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Archive for the ‘Jowl Post’ Category

Shaping a Jowl Post

One of the first jobs on any new frame is to shape the jowl posts.

This is where the top of the main posts are flared at the point of intersection with the wallplate and the tie beam to the create the “English Tying Joint”, an ingenious medieval joint that holds the truss onto the main frame and stops the posts bending outwards under roof loads. All a little bit technical I know but the point is to use the natural curved grain of the timber which forms at the bottom of the growing tree and to stand the post on it’s head.

We used to cut the jowl with a chainsaw but now use a snazzy portable bandsaw, following the grain for maximum strength, creating a wonderful distinctive sweep.

Jowl Post

 

Jowl Post

Nov-14-14 a las 5:30 pm Jowl Post, Uncategorized. Sin Comentarios

Wood and Steel‏

Wood is such a deeply tactile and pleasing material to work with, full of interesting features, anomalies and imperfections. Unusual grain patterns, colours, knots and twists that all trace the timber back to a living and growing tree.

Contrast the sawn surface of green oak with the clean, phentermine med sharp, smooth and surgical lines of stainless steel makes for a magical combination. These oak and stainless steel trusses were designed by local structural engineer Donald McIntyre as part of a new build on the Isle of Wight, and fabricated here at Castle Ring. http://www.donaldmcintyredesign.com

Donald McIntyre and Castle Ring Oak Frame steel timber frameDonald McIntyre and Castle Ring Oak Frame steel trussesDonald McIntyre and Castle Ring OakCastle Ring Oak FrameWood and Steel timber frame
Sep-27-14 a las 7:22 am Jowl Post. Sin Comentarios

The Lightning Scarf‏

When purlins meet on the principal rafter, the timber framer needs to find a suitable joint that strikes the right balance – take too much out of either structural member and the roof might fail. No pressure there then….

The lightning scarf can be a good choice if the purlins are trenced down onto the principal rafters. It’s a classic scarf – a means of joining one timber to another along their length, and of course it’s also an opportunity not to be missed to show off with a bit of snazzy carpentry.

Scarf timber frame Castle Ring Oak Frame

Here are a shoal (collective term?) of lightning scarfed purlins waiting for assembly in the workshop, and one joint temporarily pinned with podgers.

Castle Ring Oak Frame Workshop

 

Purlins timber frame Castle Ring Oak Frame

Jul-17-14 a las 8:40 am Jowl Post. Sin Comentarios

Jack Rafters

Rafters usually span from the apex of the ridge to a connection on the wall plate and are designed to support the roofing material – slate, tiles, shingles etc. When a roof has hips, some of the rafters are shortened to land on the hip rafter – these are called jack rafters. They can either be designed to attach into the side of the hip rafter, or to connect to an opposing pair on top of the hip rafter.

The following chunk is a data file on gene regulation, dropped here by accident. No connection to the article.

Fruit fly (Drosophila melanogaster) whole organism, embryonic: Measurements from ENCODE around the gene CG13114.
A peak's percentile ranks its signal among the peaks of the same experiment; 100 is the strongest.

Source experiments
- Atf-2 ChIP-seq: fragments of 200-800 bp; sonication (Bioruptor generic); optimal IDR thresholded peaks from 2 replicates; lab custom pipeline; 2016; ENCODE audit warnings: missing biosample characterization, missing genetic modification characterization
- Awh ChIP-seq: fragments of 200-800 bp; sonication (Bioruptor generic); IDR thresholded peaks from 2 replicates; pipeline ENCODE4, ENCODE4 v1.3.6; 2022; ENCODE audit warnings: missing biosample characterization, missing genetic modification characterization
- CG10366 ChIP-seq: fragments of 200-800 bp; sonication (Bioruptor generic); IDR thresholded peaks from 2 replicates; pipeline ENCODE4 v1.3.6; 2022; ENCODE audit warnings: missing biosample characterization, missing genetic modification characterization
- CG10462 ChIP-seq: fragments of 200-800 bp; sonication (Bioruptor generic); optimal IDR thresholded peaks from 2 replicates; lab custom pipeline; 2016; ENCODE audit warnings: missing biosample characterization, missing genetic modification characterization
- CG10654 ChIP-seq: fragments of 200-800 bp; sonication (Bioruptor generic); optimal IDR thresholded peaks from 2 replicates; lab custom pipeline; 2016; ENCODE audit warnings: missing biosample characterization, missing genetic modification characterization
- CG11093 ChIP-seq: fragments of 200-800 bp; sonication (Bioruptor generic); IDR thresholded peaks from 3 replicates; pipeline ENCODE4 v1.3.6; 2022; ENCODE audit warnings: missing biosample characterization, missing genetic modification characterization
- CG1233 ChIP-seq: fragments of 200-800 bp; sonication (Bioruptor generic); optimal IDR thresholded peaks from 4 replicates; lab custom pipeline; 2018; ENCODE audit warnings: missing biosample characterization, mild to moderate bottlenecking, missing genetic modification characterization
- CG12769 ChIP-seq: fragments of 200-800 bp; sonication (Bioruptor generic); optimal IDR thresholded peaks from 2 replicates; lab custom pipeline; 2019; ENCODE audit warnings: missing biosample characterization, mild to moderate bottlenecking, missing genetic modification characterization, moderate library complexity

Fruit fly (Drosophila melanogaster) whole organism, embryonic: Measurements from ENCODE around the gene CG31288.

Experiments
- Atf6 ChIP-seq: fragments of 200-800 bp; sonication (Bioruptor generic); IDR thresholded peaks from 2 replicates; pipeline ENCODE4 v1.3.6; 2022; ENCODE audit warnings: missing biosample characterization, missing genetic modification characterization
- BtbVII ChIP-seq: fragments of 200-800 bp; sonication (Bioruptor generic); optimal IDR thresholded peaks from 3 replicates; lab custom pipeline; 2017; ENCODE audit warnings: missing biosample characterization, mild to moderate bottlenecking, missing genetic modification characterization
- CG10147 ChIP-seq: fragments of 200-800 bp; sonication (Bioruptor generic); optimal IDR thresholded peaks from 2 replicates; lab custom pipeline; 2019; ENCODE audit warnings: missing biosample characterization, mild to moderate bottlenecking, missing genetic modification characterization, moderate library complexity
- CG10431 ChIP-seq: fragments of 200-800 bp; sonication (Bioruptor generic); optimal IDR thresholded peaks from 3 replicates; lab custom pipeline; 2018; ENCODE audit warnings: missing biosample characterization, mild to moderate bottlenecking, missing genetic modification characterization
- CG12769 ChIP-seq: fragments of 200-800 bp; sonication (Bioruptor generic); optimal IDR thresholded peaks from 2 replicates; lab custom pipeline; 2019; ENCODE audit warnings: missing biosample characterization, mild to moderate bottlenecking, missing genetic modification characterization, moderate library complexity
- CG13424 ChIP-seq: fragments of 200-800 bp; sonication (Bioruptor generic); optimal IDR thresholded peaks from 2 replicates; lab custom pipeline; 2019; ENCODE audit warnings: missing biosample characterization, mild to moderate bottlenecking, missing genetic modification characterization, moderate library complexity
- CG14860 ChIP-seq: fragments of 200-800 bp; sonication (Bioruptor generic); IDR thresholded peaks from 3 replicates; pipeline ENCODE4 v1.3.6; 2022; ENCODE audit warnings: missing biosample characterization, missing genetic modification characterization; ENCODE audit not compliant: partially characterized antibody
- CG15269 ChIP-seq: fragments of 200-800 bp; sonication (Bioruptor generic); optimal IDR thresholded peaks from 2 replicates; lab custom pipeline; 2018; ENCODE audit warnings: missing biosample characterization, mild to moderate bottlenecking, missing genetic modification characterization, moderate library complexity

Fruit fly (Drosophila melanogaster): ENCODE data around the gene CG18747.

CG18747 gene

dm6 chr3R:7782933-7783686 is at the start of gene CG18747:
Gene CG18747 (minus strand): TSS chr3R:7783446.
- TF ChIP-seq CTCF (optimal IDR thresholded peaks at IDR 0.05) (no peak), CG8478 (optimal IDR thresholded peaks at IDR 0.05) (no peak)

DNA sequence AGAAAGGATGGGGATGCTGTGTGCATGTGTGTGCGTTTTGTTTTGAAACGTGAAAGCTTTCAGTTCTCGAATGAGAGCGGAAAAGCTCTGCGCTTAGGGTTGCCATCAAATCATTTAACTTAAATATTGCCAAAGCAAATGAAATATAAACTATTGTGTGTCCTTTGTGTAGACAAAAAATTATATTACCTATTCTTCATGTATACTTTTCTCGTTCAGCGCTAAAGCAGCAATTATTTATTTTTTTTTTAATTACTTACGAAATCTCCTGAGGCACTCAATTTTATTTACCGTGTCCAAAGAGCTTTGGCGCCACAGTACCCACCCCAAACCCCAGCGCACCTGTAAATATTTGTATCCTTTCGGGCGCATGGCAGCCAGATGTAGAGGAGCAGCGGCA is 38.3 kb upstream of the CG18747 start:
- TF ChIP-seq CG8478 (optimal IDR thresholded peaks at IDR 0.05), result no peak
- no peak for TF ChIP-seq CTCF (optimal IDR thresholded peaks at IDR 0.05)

Either way you are going to have to get your calculator out, dust it down and remember how to operate the trigonometry functions.

If only I’d paid more attention in maths lessons at school all those years ago. I didn’t realise that it was actually going to be useful for something one day!

Check out these douglas fir hip rafters on our new cartshed.

Castle Ring Oak Frame

Apr-22-14 a las 11:18 am Jowl Post. Sin Comentarios

Hip Rafters

When your old hips are worn out you need new ones. You can get them replaced on the NHS of course, or you can come to Castle Ring for a truly bespoke service for hips in oak or douglas fir that are guaranteed to see you out. No anaesthetic required.

Green buildingHip rafters are the 2 diagonal timbers that stretch from the ridge down to the corners or the frame. The jack rafters either bear onto the hip or they attach into the side.

Eco HouseString lines, sliding bevels, a sharp saw and a clear head are essential elements that all need to come together at the same time.

Eco House Oak Frame

Mar-28-14 a las 5:37 pm Jowl Post. Sin Comentarios

Ecobuild exhibition

Last week, I interrupted my workshop schedule to spend a day at the Ecobuild in London. In view of the event I was attending, I decided that I should really either travel by electric bike, donkey or train. Seeing as I don’t have an electric bike, and the donkey is currently lame, I caught the train at silly o’clock in the morning from Hereford. It’s been years since I’ve sampled the weird and faintly surreal world of pre dawn train stations and for a brief moment I even felt a whiff of nostalgia….. until I sampled my coffee from a styrofoam cup……
The journey was smooth and painless, enlivened by a simply stunning sunrise which lit up the slowly drying English countryside after months of flooding.

EcobuildHaving safely negotiatied the tube system I reached the Excel centre on the banks of the Thames and braced myself for a day of information gathering.